In the meaningful use (MU) program, much of the attention has been on the development of electronic health records (EHRs), which can become information silos. As the data in EHRs becomes more robust and comprehensive, organizations can begin to analyze this information in an effort to provide higher quality care and affect outcomes.
On July 23, 2014, at the Hyatt Regency Denver Tech Center, Judy McCarthy, chief technology officer at National Jewish Health, a Denver, Col.-based respiratory hospital, will discuss how Stage 2 of meaningful use is pushing providers to deliver better care through the use of EHRs, during a panel session at the Health IT Summit in Denver, sponsored by the Institute for Health Technology Transformation (iHT2). (Since December 2013, iHT2 has been in partnership with Healthcare Informatics, through its parent company, the Vendome Group, LLC.) Separately, McCarthy recently sat down with HCI Associate Editor Rajiv Leventhal to talk about lessons learned from the MU program so far, providers’ feelings on the program, where the challenges lie, and what the future holds. Below are excerpts of that interview.
What lessons has the industry learned from the meaningful use program so far?
Many organizations have been able to attest to Stage 1, and I think that has a lot to do with the stimulus dollars to at least get folks started. But vendors are still struggling to improve their applications and be able to implement in time for all the organizations that are trying to attest. It’s a little different from a hospital perspective than it is for eligible providers because so many of those providers are small offices that have to take on a fairly large expense in order to position themselves to attest for MU.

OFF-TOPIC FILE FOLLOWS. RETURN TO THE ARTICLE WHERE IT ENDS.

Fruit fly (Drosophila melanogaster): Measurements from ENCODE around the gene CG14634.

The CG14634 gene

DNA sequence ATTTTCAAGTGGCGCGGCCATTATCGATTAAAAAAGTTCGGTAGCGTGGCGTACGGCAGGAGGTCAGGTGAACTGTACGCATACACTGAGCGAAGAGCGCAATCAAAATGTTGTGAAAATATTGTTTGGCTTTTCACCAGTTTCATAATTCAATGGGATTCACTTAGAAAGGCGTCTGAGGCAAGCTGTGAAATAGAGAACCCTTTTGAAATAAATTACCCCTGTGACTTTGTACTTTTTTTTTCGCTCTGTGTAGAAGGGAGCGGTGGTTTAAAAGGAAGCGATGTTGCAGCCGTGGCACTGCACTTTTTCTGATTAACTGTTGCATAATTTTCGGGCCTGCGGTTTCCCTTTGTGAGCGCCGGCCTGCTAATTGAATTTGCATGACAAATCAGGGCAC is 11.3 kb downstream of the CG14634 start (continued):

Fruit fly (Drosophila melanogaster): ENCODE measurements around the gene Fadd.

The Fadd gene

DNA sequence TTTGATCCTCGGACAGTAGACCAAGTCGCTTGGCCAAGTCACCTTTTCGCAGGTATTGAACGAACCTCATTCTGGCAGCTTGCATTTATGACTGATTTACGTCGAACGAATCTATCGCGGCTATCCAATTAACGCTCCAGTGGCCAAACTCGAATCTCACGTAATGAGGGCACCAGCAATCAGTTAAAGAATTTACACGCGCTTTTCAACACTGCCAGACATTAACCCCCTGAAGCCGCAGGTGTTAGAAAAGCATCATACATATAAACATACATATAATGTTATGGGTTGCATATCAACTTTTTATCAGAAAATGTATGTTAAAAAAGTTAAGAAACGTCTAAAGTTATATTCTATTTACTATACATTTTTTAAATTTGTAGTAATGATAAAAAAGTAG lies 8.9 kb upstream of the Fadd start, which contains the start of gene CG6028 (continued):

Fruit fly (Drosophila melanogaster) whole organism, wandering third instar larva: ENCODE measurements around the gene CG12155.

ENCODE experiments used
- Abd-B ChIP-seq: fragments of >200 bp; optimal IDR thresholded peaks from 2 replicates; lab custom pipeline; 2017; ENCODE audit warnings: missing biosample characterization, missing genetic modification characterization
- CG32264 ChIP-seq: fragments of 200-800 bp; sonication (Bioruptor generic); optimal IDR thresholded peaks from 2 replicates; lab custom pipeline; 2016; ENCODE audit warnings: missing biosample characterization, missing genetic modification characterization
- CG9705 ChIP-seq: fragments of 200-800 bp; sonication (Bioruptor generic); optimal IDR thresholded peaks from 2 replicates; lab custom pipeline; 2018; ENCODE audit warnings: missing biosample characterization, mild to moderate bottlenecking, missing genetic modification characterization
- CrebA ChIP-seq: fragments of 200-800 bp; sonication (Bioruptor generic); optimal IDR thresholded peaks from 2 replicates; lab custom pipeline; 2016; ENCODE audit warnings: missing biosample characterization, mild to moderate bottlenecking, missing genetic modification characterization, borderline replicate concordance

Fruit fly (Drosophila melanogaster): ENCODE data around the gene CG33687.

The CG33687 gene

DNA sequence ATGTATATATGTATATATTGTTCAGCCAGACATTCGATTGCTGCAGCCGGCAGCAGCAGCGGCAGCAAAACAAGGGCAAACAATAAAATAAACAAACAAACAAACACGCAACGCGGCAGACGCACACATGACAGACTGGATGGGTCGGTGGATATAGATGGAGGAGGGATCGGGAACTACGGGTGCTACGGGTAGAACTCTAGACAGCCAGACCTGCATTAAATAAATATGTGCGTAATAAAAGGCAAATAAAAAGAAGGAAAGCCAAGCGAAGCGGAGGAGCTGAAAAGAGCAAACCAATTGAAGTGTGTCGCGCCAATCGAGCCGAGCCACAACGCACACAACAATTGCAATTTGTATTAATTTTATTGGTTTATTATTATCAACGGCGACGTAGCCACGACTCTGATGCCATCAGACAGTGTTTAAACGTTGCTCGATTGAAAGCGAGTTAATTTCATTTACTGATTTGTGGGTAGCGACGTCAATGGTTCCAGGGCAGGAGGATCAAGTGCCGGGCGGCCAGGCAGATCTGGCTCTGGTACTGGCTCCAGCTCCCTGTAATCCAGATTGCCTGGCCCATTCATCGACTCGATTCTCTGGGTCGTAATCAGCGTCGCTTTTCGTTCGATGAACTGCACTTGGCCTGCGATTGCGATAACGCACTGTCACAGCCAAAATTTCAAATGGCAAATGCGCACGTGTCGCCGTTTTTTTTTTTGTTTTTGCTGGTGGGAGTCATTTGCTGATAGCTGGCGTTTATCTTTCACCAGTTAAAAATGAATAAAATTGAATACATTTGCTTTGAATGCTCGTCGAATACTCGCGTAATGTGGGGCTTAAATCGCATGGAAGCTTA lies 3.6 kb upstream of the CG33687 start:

Overall, the program takes away time that needs to be spent on other high priorities, and that is something that I hear a lot as organizations are struggling with dollars and resources in order to push forward. One key lesson is that you can’t just throw it in the system, and think that the data will just be captured. You need a coordinator—someone to manage the program since it’s ongoing. I do think organizations have looked at it to be a lot less of a drain on resources than it really is. In several cases, I have seen organizations not capturing as much data as they would like to, and as a result, end up having to do twice the amount of work to reach their goal. So are we accomplishing the overall goal? Certainly that should be asked. Looked at from the beginning, from the dollar perspective, interoperability and decreasing costs, we’re not there yet, and we have a long way to go to see those benefits.
How are you progressing in your hospital?
Originally, we didn’t even think we qualified. We are an ambulatory hospital with very few inpatient beds, so from an inpatient perspective, we wouldn’t have qualified. We are now looking at it from an eligible provider perspective, working with vendors to get on right version so we can attest this year, Stage 1, Year 1.
What will be the impact of CMS’ recent proposed rule that would provide providers more flexibility for MU reporting in 2014?
It could be significant when you’re looking at the provider level. There are a lot of provider groups that have yet to do it, didn’t think they could do it, weren’t prepared, or hadn’t sought out a vendor. A lot of provider groups have joined forces in order to obtain a system—my physician did that, rather than attempt to do it alone. A lot of the bigger hospitals are already there, so they’re making the move to implement their systems to allow them to go to Stage 2, as they have probably been in Stage 1 for at least a year, if not two.
It gives the vendors a reprieve a bit, too, and that’s where the bigger struggle is. It’s not necessarily that the vendors haven’t prepared the systems, but having the staff and resources to get their customers implemented has been a trial. They have also hurried to get to the Stage 2 2014 version, and it may not perform as well as needed. So this could really help a lot of providers, and give them a bit of an option where they don’t feel like they have to cram something in. But hospitals might already be past that point.
How concerning is it that just four hospitals have attested to Stage 2 so far?